Top 10 Revolutions of 21st Century

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Revolutions have been transforming our world for the past decade or so. Social and Political movements have created a distinct epoch and left a mark which paved way for significant changes.


1. Information Technology Revolution:

We are amidst the information technology revolution. Within recent years, the information technology revolution has transformed North American society, leading to new types of work processes and business organizations. Schools are now connected widely by the internet and other technologies such as SmartTech. There is even less of a reliance on traditional pen and paper methods.


2. Orange Revolution, 2004-2005:

On November 22, 2004, thousands of peaceful protestors filled the Independent Square in Kiev to protest election results in Ukraine and the power of the elitist government to falsify election results. These non-violent protests became known as the Orange Revolution. On December 3rd, a victory ensued for Orange Revolutionists and Viktor Yushcenko supporters. The Supreme Court of Ukraine called for a recount and a new election. Under the scrutiny of international observers, this election went off without a hitch. Yushchenko succeeded over the former Prime Minister Yanukovych. As part of the Orange Revolution, the constitution changed and shifted the power from the Prime Minister to the parliament.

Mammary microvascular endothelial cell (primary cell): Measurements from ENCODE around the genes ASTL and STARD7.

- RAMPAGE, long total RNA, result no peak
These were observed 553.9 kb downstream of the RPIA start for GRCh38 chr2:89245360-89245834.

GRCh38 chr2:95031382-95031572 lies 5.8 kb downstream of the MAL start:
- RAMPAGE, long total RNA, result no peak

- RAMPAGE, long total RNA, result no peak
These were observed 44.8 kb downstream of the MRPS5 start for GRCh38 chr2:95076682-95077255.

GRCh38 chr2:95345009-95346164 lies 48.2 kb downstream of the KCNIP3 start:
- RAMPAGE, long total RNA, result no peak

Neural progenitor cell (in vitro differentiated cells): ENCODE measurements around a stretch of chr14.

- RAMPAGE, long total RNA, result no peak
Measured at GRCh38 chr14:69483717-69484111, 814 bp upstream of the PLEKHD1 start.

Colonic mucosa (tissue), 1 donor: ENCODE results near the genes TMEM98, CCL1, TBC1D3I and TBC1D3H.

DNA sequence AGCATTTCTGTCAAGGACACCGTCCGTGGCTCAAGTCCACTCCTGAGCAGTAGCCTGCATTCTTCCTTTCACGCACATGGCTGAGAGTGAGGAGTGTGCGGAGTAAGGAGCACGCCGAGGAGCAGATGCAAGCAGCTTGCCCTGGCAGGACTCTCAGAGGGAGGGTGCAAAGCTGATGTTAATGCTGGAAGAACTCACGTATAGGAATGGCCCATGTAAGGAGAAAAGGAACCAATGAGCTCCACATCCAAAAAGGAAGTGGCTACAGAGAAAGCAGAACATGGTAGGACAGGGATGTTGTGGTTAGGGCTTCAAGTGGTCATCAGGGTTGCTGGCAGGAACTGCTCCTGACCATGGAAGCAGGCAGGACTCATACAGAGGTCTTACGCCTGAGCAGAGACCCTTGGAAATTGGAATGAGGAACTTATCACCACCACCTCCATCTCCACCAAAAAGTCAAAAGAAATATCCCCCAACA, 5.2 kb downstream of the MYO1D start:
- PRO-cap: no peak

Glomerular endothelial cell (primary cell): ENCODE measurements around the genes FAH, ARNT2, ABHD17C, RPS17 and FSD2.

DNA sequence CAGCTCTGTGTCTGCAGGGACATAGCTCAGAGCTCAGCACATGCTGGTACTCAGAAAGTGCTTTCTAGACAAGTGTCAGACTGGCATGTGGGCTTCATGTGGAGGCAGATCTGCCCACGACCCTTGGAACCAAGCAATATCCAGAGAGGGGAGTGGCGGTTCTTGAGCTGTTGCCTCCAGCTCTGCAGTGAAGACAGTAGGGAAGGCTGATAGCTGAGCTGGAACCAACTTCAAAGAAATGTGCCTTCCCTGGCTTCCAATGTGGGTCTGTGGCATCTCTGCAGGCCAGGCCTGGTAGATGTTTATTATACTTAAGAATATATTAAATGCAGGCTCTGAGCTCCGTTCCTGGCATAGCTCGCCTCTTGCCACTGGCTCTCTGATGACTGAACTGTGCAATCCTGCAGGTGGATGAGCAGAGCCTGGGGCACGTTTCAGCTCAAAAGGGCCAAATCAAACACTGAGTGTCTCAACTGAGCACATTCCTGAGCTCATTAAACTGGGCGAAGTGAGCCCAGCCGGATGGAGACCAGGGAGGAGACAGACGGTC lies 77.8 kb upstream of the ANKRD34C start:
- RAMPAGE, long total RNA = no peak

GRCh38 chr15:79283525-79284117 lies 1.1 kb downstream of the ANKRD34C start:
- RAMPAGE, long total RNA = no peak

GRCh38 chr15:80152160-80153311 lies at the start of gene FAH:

3. Egyptian Revolution, 2011:

Inspired by the Tunisian Revolution, the Egyptian Revolution of 2011 took place after a January 25, 2011 popular uprising. Multitudes of protesters necessitated the removal of Egyptian President Hosni Mubarak from power. At least 846 people killed and 6,000 were injured in clashes between the military and the people in major cities such as Cairo and Alexandria. On 11 February, Mubarak resigned from office after widespread international criticism. The military took over the country until a new president would be elected in the fall of 2011.


4. Tunisian Revolution, 2010-2011:

The Tunisian began in December 2010 and led to the ousting of President Zine El Abidine Ben Ali in January, 2011. Food Inflation, High Unemployment Rates and Political Corruptness were some of the grievances that revolutionists felt. The revolution sparked waves of protests in Egypt and other Arab countries (Arab Spring).


5. Bolivarian Revolution, 2007:

The revolution refers to a leftish social and political movement in Venezuela. The movement was led by Venezuelan president Hugo Chávez. The “Bolivarian Revolution” is named after Simón Bolívar who was prominent in the Spanish American wars of independence and achieved the independence of most of northern Latin America from Spanish rule. The Bolivarian Revolution aimed for democracy, economic independence, equitable distribution of revenues, and an end to corruption in Venezuela.


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